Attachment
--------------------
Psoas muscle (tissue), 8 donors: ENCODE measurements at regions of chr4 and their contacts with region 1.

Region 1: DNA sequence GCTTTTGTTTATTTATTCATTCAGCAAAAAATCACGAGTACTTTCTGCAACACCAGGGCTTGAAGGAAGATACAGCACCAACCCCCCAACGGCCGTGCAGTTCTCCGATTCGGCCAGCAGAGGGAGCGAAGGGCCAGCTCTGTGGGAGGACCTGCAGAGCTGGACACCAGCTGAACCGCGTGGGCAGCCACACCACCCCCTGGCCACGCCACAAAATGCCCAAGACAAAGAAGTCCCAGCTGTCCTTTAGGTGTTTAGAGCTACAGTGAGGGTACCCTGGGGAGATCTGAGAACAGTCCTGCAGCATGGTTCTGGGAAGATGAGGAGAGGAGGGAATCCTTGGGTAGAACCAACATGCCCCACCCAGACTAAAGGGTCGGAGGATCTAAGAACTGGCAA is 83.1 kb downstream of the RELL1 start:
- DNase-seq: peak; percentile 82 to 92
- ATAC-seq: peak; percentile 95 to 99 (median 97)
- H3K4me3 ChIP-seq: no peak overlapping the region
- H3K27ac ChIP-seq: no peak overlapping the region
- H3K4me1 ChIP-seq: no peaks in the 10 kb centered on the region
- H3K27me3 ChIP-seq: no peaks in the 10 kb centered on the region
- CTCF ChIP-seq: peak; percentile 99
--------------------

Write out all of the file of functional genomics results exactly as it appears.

Psoas muscle (tissue), 8 donors: ENCODE measurements at regions of chr4 and their contacts with region 1.

Region 1: DNA sequence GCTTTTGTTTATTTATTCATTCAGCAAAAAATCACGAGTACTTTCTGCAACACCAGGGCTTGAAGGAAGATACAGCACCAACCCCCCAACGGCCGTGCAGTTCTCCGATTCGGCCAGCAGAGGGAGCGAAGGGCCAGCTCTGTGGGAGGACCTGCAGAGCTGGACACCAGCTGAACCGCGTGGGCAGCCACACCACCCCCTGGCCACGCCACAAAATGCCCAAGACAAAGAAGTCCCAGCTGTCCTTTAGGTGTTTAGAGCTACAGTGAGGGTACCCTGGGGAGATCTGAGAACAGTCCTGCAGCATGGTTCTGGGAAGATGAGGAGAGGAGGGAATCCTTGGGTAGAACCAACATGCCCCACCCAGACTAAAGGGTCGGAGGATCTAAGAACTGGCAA is 83.1 kb downstream of the RELL1 start:
- DNase-seq: peak; percentile 82 to 92
- ATAC-seq: peak; percentile 95 to 99 (median 97)
- H3K4me3 ChIP-seq: no peak overlapping the region
- H3K27ac ChIP-seq: no peak overlapping the region
- H3K4me1 ChIP-seq: no peaks in the 10 kb centered on the region
- H3K27me3 ChIP-seq: no peaks in the 10 kb centered on the region
- CTCF ChIP-seq: peak; percentile 99